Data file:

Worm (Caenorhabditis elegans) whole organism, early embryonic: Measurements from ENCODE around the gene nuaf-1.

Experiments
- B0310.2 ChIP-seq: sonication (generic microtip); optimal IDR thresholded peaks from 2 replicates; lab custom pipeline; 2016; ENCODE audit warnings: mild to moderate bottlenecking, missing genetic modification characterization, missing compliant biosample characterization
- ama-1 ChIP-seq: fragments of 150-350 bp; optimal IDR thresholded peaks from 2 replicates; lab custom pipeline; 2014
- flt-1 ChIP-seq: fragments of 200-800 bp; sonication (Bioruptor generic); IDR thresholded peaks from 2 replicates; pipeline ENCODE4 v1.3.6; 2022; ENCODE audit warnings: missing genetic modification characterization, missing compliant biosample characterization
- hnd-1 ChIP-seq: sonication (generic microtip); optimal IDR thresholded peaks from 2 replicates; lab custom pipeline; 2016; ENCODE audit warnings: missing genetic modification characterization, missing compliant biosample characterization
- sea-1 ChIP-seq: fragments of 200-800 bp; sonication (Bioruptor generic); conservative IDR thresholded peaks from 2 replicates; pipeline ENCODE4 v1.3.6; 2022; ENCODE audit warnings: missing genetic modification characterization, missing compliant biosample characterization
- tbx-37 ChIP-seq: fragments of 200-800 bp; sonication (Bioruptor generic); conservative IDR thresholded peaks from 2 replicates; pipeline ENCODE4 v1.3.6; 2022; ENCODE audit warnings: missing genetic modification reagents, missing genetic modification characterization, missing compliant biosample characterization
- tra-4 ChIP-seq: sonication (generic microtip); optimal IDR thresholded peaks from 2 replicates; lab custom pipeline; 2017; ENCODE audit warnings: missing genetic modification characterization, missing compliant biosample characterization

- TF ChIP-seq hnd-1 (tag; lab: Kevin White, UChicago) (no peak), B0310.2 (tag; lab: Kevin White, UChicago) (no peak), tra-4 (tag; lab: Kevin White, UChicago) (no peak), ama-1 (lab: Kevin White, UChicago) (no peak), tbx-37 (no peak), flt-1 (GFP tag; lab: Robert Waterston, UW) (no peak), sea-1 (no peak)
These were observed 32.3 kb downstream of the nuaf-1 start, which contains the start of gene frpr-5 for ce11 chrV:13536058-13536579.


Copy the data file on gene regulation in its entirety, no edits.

Worm (Caenorhabditis elegans) whole organism, early embryonic: Measurements from ENCODE around the gene nuaf-1.

Experiments
- B0310.2 ChIP-seq: sonication (generic microtip); optimal IDR thresholded peaks from 2 replicates; lab custom pipeline; 2016; ENCODE audit warnings: mild to moderate bottlenecking, missing genetic modification characterization, missing compliant biosample characterization
- ama-1 ChIP-seq: fragments of 150-350 bp; optimal IDR thresholded peaks from 2 replicates; lab custom pipeline; 2014
- flt-1 ChIP-seq: fragments of 200-800 bp; sonication (Bioruptor generic); IDR thresholded peaks from 2 replicates; pipeline ENCODE4 v1.3.6; 2022; ENCODE audit warnings: missing genetic modification characterization, missing compliant biosample characterization
- hnd-1 ChIP-seq: sonication (generic microtip); optimal IDR thresholded peaks from 2 replicates; lab custom pipeline; 2016; ENCODE audit warnings: missing genetic modification characterization, missing compliant biosample characterization
- sea-1 ChIP-seq: fragments of 200-800 bp; sonication (Bioruptor generic); conservative IDR thresholded peaks from 2 replicates; pipeline ENCODE4 v1.3.6; 2022; ENCODE audit warnings: missing genetic modification characterization, missing compliant biosample characterization
- tbx-37 ChIP-seq: fragments of 200-800 bp; sonication (Bioruptor generic); conservative IDR thresholded peaks from 2 replicates; pipeline ENCODE4 v1.3.6; 2022; ENCODE audit warnings: missing genetic modification reagents, missing genetic modification characterization, missing compliant biosample characterization
- tra-4 ChIP-seq: sonication (generic microtip); optimal IDR thresholded peaks from 2 replicates; lab custom pipeline; 2017; ENCODE audit warnings: missing genetic modification characterization, missing compliant biosample characterization

- TF ChIP-seq hnd-1 (tag; lab: Kevin White, UChicago) (no peak), B0310.2 (tag; lab: Kevin White, UChicago) (no peak), tra-4 (tag; lab: Kevin White, UChicago) (no peak), ama-1 (lab: Kevin White, UChicago) (no peak), tbx-37 (no peak), flt-1 (GFP tag; lab: Robert Waterston, UW) (no peak), sea-1 (no peak)
These were observed 32.3 kb downstream of the nuaf-1 start, which contains the start of gene frpr-5 for ce11 chrV:13536058-13536579.